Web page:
Crisis at the border?

By Reade Brower | Apr 01, 2021

When politics gets in the way of straight talk, trouble brews.

That’s what is happening at our border, an immigration policy in disarray with nobody wanting to take responsibility. Trump supporters are using this as an “I told you so” moment and the Biden administration is ducking and weaving, trying to avoid the word crisis, not wanting to label this as a Biden misstep. Speaking of ducking the blame, if it quacks like a duck and walks like a duck, you guessed it, it is a duck.

With Biden going all-in on a coherent and full-out effort on COVID vaccinations, the attention on our border has suffered. Relaxing all the Trump initiatives, without a plan to take its place is as offensive as the Republican’s all out attack on “Obamacare” when they had nothing to replace it.

The immigration fix is not easy, but rhetoric aside, identifying and creating clear policy, with clear timelines (like 100 million — now 200 million — shots in 100 days) would take us out of “crisis” mode. Democrats saying it is not a crisis does not make it true. Parading down to the border, as 19 Republican senators did recently, is a political move unless their goal is to sit down with their counterparts and create bipartisan legislation. Time will tell where the motivation lies.

As for the policies themselves, they need to be left to smarter people than pundits. Trump’s “don’t let humanity get in the way” was wrong, wrong, wrong. Biden’s “hide your head in the sand” is equally wrong, wrong, wrong.

Andrew Sullivan, author of “The Weekly Dish,” had a very balanced essay recently. While calling Trump’s cruelty (to his detractors) or toughness (to his supporters) into question, Sullivan noted that Trump’s policy lowered “dodgy asylum claims” from 70%-90% to less than 30%. “The wall — for all its absurdities — was a visible sign” to dissuade immigrants and convince Americans that we must keep our friends from the south from entering our country illegally. Fear helps discourage immigration while motivating Trump’s rabid base.

Sullivan aptly notes “this really is a crisis and is undisputedly connected to Biden’s arrival,” reminiscent of the phrase, you can put lipstick on a pig, but you still have a pig, which is what you have when you blame today’s crisis on yesterday’s leader.

COVID has switched the paradigm; after effectively closing the border for the last year, we are now in an economy poised to encourage immigrant workers. It is not just a surge based on pent up asylum seekers. This is not entirely Biden’s fault, as the recent influxes have taxed infrastructure not in place during the past administration, which in turn has led to inhumane conditions.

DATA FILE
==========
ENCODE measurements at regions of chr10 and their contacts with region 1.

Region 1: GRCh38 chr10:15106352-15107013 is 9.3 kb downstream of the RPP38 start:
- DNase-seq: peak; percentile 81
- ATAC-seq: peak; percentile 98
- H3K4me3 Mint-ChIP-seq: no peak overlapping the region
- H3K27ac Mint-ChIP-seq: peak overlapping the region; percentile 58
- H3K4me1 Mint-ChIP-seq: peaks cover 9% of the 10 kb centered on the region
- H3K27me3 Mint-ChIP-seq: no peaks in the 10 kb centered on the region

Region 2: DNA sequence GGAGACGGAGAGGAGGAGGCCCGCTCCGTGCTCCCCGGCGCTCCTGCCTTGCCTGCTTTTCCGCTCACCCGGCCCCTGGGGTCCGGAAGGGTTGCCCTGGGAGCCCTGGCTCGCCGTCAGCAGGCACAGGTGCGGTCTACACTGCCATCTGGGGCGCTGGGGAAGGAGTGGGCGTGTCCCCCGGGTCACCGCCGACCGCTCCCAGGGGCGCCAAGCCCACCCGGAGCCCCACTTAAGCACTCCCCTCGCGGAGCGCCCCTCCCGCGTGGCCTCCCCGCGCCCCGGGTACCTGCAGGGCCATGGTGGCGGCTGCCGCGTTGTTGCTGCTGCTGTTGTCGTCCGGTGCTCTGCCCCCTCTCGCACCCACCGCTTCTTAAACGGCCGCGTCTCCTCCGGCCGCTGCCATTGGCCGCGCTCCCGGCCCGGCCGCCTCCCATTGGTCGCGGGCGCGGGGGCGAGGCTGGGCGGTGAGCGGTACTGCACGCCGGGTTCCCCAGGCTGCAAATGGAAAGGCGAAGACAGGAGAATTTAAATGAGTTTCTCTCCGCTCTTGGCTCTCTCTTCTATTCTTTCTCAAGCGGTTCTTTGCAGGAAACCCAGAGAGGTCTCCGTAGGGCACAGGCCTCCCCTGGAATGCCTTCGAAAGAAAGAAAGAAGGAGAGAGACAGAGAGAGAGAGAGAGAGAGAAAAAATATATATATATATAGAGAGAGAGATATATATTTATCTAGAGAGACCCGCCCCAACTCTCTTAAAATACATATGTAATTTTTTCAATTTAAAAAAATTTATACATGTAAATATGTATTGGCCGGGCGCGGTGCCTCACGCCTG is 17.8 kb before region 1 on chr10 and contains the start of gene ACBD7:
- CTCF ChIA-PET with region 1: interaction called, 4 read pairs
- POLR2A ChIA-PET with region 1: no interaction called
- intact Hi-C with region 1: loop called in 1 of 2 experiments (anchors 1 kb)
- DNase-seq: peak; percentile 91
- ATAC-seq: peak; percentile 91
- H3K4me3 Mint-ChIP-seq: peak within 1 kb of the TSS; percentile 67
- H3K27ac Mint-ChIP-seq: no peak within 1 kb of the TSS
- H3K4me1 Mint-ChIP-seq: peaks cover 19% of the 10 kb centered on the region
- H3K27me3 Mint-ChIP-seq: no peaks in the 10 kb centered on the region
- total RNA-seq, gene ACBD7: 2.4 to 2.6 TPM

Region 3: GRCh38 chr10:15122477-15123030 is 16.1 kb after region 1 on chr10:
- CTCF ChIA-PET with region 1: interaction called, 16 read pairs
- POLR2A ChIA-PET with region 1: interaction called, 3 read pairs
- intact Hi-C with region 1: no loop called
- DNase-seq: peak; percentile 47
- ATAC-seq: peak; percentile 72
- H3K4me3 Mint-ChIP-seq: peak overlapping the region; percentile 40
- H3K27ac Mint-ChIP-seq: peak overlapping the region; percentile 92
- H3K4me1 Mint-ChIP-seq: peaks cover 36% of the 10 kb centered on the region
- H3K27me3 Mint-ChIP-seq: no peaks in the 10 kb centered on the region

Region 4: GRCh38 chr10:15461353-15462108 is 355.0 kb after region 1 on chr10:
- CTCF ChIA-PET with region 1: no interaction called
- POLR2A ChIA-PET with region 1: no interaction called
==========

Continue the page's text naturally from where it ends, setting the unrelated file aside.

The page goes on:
The ball is clearly in Biden’s court now and he has not taken it head-on. In fact, it appears he has put out misleading CYA-type statements like he is sending everyone back who isn’t a minor. Sullivan cites only 13% were sent back, leaving this math expert to extrapolate that 87% have “snuck” through.

Sullivan also points to Biden’s claim unaccompanied children numbers are similar to Trump’s presidency, not backed up by the fact that a 61% increase occurred, not 28% claimed by Biden.

When you consider low single-digit percentages (just 2% to 3%) of illegal immigrants are deported each year, the notion that once you land in the USA, you are here to stay, is the crux of the matter. The other challenge for Biden is Americans are judging him harshly, so far, on his immigration (or lack thereof) policies and plan. In this category he is down 21 points with black voters, 16 points with Hispanic voters, while people supporting mass deportations have risen 7% since the beginning of the year and support for amnesty (once very popular) is falling like a stone in a lake.

What would serve us better than this “duck and weave” approach, and the notion that because it is humane it must be good — or at least better than Trump’s policies — is perhaps something as simple as hearing the truth. With COVID, Biden talks to us like adults, is positive, has a plan, explains the position of his administration and is realistic, leveling with the American people.

If he could just tell us what he is for, rather than tell us how bad Trump’s immigration approach was, perhaps Americans could get behind him. It is not what people say that we remember, it is how they make us feel, and if Biden could help us get behind him so people could see his vision and a controlled plan with goals and timelines, all this moralizing could be tolerated.

Actions speak louder than words; Democrats need to come out of the bunker and encourage Republican cooperation. Americans do not need just ideology; they want to believe in what our government is doing to solve this CRISIS.

***

“What for centuries raised man above the beast is not the cudgel but the irresistible power of unarmed truth.” — Boris Pasternak, poet and novelist (1890-1690)


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Comments (1)
Posted by: Richard McKusic, Sr. | Apr 01, 2021 08:45

The last paragraph says all: "Actions speak louder than words; Democrats need to come out of the bunker and encourage Republican cooperation. Americans do not need just ideology; they want to believe in what our government is doing to solve this CRISIS. "

Smarten up ladies and gentlemen in leadership, please. :)



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